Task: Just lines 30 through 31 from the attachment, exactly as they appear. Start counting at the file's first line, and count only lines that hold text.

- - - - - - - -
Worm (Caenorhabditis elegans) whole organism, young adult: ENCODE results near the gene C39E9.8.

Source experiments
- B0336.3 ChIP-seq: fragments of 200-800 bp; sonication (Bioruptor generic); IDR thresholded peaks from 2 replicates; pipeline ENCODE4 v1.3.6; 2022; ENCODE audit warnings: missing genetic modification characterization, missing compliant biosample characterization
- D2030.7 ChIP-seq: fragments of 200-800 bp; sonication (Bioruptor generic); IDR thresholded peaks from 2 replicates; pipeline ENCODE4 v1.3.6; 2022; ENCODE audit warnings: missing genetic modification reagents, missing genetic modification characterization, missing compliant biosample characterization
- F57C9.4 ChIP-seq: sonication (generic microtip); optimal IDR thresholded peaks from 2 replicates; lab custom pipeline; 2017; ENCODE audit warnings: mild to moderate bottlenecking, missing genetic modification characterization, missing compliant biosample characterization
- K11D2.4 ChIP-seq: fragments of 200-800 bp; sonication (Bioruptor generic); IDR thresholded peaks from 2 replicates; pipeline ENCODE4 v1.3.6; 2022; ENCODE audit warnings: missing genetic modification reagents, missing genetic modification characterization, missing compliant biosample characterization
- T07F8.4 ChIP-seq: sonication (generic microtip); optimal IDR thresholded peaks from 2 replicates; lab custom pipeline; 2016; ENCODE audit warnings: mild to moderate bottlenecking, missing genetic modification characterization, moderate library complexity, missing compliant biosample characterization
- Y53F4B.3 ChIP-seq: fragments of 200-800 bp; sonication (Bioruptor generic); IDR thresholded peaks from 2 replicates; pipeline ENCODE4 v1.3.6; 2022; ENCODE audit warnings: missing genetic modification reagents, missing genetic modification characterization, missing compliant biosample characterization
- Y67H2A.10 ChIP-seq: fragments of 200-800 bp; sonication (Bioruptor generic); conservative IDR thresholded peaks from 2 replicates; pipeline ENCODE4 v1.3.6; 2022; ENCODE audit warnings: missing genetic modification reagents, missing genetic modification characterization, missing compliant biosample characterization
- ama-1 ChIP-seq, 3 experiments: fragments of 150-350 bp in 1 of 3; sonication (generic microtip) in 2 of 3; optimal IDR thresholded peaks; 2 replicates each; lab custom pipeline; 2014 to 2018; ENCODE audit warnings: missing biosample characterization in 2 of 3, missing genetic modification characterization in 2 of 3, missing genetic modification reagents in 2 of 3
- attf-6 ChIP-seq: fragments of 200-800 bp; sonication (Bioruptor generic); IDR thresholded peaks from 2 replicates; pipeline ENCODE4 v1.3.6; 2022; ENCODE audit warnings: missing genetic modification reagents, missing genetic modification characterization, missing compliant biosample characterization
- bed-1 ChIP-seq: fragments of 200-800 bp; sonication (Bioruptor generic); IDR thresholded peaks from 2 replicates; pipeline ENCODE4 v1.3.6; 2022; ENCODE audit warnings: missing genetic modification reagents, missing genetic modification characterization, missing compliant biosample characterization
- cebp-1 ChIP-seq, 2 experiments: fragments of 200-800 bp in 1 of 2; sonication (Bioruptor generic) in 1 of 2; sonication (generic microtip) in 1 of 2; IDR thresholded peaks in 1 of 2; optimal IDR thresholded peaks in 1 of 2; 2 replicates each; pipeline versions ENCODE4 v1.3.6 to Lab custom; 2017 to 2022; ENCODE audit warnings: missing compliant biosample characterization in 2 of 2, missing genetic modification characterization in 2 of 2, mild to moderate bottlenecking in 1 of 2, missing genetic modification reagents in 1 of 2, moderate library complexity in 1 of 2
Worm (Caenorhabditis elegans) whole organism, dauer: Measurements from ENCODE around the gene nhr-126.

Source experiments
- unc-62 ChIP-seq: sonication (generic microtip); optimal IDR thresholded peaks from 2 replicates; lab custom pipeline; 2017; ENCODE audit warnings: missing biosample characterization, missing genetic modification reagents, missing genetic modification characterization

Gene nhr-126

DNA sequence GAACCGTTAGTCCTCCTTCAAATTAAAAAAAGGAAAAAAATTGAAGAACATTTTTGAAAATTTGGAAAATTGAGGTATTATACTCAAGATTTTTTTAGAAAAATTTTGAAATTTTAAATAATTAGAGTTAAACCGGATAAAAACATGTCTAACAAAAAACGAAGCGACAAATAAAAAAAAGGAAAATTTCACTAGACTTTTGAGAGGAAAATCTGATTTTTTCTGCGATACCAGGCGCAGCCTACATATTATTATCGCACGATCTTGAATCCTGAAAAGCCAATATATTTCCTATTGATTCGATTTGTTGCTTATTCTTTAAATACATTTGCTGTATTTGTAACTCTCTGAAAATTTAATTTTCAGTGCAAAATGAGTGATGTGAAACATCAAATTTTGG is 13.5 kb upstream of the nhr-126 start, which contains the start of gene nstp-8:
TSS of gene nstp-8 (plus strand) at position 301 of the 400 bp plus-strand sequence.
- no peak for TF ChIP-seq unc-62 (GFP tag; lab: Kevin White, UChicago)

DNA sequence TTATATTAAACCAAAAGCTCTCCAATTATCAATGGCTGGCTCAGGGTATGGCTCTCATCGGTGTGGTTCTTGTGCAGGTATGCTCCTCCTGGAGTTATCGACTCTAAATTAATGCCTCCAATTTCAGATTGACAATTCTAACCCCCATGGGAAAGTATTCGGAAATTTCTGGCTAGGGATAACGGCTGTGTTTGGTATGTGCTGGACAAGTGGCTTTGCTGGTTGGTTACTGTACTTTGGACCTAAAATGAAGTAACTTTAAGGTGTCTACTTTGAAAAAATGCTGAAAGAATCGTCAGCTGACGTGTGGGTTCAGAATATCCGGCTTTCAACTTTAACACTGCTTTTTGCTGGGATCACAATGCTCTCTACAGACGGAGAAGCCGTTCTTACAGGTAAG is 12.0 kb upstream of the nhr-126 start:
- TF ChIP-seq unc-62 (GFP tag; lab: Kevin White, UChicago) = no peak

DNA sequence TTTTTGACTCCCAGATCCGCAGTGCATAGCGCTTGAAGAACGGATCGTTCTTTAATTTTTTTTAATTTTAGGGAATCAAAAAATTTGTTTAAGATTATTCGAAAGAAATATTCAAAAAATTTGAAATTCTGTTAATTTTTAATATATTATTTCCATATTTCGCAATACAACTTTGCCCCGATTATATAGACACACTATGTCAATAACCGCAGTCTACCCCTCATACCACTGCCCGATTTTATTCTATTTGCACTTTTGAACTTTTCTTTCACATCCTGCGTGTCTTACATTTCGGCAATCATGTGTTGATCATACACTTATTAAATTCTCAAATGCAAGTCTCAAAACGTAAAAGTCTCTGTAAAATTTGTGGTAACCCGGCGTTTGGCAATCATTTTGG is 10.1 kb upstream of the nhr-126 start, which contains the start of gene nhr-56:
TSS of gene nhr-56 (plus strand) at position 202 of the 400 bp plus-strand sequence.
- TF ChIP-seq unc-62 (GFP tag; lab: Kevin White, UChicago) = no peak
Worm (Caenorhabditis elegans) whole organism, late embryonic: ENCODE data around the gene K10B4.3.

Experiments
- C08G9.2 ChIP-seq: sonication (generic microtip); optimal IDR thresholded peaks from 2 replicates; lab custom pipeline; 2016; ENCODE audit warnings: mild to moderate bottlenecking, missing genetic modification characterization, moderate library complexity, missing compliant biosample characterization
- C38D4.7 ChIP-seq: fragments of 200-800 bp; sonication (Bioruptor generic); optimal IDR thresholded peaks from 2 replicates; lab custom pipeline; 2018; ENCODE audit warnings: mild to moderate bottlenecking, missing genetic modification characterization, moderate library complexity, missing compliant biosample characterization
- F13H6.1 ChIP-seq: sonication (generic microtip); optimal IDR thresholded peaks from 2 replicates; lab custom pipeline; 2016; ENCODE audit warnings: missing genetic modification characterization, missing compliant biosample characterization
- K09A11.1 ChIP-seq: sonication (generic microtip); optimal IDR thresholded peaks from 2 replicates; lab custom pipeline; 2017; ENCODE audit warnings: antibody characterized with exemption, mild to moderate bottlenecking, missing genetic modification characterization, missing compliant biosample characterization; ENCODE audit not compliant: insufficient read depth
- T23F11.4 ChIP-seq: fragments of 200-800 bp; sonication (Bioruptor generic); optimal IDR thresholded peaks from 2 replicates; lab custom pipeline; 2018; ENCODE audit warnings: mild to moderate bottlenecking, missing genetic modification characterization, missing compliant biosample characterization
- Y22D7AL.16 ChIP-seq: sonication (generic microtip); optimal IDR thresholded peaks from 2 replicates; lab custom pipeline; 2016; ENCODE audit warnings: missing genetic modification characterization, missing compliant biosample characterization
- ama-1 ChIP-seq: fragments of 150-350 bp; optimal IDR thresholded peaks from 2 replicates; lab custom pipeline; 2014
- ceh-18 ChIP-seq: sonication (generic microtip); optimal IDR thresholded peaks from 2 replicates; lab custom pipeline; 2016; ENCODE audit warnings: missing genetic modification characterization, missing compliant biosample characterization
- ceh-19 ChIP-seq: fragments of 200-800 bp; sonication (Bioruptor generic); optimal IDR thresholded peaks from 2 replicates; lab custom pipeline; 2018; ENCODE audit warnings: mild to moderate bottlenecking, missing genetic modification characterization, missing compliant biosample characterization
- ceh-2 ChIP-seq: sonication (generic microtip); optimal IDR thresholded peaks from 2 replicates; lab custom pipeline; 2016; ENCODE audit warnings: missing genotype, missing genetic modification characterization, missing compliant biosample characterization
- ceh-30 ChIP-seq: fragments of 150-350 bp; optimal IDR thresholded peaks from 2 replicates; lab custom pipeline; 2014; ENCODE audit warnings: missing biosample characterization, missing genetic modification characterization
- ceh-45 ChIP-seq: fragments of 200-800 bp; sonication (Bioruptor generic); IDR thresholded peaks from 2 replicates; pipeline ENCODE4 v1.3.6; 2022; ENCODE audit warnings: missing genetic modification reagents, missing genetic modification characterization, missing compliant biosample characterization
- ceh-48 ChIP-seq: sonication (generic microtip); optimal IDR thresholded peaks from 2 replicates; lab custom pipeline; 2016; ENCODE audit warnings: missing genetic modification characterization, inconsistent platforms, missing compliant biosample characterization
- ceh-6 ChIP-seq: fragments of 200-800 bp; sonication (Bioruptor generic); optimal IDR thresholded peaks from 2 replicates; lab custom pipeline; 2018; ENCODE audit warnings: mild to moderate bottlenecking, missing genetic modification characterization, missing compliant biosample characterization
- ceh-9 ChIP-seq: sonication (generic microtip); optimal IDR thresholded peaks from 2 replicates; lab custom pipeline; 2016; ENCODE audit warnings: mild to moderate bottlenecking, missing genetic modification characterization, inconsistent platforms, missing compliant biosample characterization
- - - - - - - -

- F13H6.1 ChIP-seq: sonication (generic microtip); optimal IDR thresholded peaks from 2 replicates; lab custom pipeline; 2016; ENCODE audit warnings: missing genetic modification characterization, missing compliant biosample characterization
- K09A11.1 ChIP-seq: sonication (generic microtip); optimal IDR thresholded peaks from 2 replicates; lab custom pipeline; 2017; ENCODE audit warnings: antibody characterized with exemption, mild to moderate bottlenecking, missing genetic modification characterization, missing compliant biosample characterization; ENCODE audit not compliant: insufficient read depth